HU Honors College director let students know they could grow
By Wayne Dawkins
It was an honor to serve Freddye Davy.
She was director of the Hampton University Honors College. Davy, 79, died June 2.
A few years ago the affable director took me to lunch. Before I realized what was about to happen, I was persuaded to teach a seminar on the history of American Newspaper columnists. Last semester, I introduced a new seminar, political cartooning, at Davy’s urging.
For 50 minutes on Tuesdays, I had a delightful time exchanging ideas with 10 highly motivated students from around campus, including four from my journalism and communications school.
In other instances, several of my students took courses for Honor College credit. That meant in addition to the required coursework, the student committed to completing an additional project, such as a research paper, or in another case, a student’s intuitively creative hands-on project in which she helped me edit writing assignments for an overloaded class.
Davy always looked for ways to let bright students to grow and know they had permission to reach even higher.
When Davy arrived at Hampton in 1994, the Honors College was established for eight years. Davy however put the program in motion: She transformed the curriculum, initiated seminars and instituted rites and rituals for induction and graduation, according to HU’s memoriam.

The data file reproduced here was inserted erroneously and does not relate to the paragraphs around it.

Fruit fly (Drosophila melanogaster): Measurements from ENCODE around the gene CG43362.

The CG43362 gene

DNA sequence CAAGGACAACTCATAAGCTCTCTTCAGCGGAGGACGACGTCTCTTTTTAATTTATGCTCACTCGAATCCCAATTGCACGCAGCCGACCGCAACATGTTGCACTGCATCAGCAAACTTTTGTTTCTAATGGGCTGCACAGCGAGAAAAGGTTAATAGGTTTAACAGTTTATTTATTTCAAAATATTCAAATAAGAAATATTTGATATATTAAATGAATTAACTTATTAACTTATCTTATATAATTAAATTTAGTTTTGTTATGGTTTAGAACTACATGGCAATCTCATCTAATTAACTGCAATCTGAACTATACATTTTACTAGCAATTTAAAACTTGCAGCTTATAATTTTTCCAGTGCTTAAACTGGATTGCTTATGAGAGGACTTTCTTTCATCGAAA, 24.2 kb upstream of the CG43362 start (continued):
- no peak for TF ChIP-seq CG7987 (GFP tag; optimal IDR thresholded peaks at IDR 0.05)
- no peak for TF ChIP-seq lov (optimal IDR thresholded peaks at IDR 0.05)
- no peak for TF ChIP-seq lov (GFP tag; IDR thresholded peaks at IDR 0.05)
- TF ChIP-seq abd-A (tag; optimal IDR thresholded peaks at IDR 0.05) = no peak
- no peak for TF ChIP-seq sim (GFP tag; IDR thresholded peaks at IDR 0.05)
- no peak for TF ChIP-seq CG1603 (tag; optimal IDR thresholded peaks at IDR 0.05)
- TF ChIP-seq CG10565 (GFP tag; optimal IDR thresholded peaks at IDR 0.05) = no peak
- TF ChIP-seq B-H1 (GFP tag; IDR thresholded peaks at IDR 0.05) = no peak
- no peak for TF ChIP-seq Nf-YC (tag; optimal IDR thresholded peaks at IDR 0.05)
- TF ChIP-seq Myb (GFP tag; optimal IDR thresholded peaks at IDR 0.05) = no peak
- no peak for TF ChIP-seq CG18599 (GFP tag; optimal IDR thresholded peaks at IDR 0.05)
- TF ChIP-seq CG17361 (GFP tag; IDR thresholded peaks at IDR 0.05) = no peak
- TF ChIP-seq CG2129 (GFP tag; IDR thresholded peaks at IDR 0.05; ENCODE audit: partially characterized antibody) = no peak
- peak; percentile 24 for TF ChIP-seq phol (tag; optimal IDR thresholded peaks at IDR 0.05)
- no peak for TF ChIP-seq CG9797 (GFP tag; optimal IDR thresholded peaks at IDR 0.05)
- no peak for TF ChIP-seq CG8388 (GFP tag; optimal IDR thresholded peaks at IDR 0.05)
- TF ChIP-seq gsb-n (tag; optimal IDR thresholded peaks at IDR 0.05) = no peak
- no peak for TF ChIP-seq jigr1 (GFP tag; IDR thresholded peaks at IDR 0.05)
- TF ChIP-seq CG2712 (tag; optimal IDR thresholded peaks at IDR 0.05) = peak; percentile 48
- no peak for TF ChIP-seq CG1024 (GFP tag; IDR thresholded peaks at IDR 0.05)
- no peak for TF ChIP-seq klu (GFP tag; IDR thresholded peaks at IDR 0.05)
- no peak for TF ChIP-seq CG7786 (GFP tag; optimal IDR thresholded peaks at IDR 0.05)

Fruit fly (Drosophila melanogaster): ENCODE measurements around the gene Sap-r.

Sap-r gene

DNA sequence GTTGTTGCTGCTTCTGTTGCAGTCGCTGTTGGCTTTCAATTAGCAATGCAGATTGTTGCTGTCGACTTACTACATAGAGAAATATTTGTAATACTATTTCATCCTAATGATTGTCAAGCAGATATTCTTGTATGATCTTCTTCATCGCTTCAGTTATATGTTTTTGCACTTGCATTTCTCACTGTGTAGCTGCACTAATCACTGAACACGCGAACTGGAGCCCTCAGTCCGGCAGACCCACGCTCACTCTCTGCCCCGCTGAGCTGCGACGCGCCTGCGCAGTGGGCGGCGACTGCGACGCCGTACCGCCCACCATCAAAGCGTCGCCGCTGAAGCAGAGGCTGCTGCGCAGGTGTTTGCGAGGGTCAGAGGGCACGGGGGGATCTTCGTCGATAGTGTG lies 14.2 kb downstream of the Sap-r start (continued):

I’ve witnessed these rituals first-hand, for example when I attended the March induction ceremony of 51 exceptional students. At the May commencement, 27 seniors finished as Honors College graduates and sat proudly yolked with distinctive cords.
In April, during the 37th annual Honors Day, President William R. Harvey announced that the program housed in Du Bois Hall would be renamed the Freddye T. Davy Honors College, a lasting legacy for the founder and executive director of the National W.E.B. Du Bois Honor Society.
A memorial service for Davy will be held 11 a.m. Tuesday at Ogden Hall on campus.